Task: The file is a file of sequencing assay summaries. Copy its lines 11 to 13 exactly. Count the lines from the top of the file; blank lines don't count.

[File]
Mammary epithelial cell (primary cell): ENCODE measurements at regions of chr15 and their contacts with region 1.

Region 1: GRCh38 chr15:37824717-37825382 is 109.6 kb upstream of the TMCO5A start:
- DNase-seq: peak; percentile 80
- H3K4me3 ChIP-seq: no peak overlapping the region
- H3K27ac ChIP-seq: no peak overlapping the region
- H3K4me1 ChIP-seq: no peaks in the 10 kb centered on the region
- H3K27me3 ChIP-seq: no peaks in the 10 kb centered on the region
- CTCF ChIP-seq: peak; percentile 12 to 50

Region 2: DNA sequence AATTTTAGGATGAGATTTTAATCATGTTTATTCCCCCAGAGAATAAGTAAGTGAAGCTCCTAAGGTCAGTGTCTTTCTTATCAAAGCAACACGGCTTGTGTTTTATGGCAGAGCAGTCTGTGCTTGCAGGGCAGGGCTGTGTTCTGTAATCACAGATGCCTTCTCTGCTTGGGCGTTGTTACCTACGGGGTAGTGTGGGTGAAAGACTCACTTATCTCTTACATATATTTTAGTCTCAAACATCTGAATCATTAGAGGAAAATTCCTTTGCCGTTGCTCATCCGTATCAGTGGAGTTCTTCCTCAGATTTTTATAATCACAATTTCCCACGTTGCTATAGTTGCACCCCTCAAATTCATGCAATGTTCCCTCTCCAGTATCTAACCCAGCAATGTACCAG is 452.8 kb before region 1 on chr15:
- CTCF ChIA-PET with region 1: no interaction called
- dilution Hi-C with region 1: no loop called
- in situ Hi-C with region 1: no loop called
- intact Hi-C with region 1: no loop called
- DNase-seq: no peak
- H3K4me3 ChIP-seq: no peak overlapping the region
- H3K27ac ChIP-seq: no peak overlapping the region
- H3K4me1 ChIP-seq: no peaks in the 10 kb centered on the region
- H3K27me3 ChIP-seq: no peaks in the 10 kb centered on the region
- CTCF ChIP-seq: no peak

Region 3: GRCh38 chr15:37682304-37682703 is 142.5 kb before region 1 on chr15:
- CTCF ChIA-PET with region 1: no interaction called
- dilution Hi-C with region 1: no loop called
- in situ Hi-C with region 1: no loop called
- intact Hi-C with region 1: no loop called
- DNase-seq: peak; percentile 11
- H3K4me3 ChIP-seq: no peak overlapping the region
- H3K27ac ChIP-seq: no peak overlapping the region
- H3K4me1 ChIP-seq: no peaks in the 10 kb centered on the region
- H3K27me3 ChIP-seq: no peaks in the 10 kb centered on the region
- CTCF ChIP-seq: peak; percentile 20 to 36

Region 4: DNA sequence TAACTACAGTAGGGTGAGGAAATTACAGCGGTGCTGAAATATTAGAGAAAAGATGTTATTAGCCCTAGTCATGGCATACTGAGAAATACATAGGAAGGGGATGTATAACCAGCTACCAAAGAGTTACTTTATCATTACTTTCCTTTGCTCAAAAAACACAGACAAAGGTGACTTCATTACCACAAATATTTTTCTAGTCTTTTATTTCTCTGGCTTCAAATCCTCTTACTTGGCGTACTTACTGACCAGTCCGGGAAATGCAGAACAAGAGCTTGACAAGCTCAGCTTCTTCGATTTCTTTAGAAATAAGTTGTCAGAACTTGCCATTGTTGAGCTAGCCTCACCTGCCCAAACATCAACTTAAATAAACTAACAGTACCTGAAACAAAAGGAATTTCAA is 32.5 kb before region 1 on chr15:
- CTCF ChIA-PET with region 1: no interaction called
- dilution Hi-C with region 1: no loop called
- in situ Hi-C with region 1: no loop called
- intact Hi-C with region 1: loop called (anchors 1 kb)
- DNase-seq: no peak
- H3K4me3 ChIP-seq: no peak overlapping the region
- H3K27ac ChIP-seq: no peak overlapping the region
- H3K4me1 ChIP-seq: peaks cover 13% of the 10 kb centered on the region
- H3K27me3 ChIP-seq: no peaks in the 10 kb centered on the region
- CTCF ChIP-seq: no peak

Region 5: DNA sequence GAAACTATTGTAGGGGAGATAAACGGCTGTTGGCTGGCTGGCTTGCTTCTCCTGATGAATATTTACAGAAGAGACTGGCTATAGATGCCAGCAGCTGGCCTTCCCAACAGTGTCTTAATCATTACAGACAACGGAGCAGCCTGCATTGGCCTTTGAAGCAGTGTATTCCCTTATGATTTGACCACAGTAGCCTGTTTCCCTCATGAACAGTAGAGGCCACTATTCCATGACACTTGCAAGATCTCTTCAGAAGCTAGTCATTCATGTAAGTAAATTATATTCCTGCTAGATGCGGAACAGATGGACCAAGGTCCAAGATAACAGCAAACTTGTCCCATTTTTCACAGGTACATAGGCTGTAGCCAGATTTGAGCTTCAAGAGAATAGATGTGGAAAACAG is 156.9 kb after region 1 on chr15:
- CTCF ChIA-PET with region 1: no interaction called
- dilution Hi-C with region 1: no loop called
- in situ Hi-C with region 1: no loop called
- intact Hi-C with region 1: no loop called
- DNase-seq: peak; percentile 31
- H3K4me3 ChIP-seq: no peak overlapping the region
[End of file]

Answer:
- dilution Hi-C with region 1: no loop called
- in situ Hi-C with region 1: no loop called
- intact Hi-C with region 1: no loop called